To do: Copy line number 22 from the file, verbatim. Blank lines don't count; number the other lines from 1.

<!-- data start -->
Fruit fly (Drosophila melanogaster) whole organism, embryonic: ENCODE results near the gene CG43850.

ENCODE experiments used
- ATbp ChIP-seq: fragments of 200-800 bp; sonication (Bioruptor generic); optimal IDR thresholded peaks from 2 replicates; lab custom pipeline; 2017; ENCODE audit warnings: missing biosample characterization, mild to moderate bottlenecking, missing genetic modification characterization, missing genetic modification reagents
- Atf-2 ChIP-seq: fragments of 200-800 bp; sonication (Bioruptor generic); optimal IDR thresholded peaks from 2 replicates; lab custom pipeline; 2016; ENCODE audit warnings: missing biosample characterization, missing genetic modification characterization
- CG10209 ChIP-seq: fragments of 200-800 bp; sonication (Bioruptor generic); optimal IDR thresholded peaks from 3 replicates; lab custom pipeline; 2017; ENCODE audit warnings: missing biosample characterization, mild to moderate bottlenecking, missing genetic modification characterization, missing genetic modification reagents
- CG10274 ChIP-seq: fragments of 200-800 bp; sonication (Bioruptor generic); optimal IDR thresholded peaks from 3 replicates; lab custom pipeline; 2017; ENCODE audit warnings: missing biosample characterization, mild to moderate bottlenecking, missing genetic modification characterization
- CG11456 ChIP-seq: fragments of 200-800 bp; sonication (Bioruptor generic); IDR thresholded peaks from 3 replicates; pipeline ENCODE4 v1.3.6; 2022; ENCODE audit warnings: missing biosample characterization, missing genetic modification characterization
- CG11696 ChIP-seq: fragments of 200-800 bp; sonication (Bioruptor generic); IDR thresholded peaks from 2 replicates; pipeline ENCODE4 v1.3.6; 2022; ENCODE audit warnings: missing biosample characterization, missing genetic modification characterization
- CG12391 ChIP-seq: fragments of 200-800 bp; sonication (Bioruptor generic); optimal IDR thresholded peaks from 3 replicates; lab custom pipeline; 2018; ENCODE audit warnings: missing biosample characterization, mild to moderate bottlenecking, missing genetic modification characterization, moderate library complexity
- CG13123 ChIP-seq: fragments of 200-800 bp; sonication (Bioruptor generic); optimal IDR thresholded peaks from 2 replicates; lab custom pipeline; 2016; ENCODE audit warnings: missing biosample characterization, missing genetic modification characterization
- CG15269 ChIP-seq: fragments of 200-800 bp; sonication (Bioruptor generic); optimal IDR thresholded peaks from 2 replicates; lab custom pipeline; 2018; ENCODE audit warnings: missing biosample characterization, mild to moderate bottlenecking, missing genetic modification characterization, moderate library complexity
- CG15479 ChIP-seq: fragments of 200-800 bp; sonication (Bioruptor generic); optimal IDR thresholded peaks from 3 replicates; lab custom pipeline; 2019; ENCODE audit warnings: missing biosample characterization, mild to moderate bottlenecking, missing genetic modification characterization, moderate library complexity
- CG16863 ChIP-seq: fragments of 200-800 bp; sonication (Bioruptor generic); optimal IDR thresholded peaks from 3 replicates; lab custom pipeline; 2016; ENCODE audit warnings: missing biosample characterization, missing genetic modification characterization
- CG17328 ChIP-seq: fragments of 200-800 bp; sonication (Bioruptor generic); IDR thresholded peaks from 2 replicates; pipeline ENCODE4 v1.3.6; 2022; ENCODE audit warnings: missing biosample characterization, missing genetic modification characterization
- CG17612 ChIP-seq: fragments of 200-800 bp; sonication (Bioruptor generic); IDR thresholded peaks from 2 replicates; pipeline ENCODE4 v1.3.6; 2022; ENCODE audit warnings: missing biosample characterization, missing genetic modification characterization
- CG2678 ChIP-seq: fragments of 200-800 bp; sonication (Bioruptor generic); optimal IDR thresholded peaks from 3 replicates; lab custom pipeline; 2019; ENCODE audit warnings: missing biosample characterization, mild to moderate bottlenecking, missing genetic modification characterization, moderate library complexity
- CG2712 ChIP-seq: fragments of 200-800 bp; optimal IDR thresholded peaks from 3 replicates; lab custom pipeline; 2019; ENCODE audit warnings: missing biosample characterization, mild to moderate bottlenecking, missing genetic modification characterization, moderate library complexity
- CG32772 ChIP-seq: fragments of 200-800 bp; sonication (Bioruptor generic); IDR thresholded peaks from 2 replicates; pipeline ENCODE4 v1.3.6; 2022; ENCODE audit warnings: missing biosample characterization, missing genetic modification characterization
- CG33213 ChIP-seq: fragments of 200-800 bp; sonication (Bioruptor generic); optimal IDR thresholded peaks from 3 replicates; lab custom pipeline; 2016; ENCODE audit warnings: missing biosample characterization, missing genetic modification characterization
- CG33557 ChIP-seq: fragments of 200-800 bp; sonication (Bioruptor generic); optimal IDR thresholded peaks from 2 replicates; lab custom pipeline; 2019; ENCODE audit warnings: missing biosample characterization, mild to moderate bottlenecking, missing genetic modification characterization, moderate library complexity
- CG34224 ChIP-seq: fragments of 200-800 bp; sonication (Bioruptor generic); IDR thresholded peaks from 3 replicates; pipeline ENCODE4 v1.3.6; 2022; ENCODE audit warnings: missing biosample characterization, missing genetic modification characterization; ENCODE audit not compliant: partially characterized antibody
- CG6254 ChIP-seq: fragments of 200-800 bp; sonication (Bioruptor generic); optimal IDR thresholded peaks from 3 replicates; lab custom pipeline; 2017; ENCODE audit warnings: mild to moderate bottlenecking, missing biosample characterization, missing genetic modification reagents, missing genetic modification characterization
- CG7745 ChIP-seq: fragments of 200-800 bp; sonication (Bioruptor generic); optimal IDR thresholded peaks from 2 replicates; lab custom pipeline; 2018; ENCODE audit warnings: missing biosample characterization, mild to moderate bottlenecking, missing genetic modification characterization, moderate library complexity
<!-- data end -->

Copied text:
- CG6254 ChIP-seq: fragments of 200-800 bp; sonication (Bioruptor generic); optimal IDR thresholded peaks from 3 replicates; lab custom pipeline; 2017; ENCODE audit warnings: mild to moderate bottlenecking, missing biosample characterization, missing genetic modification reagents, missing genetic modification characterization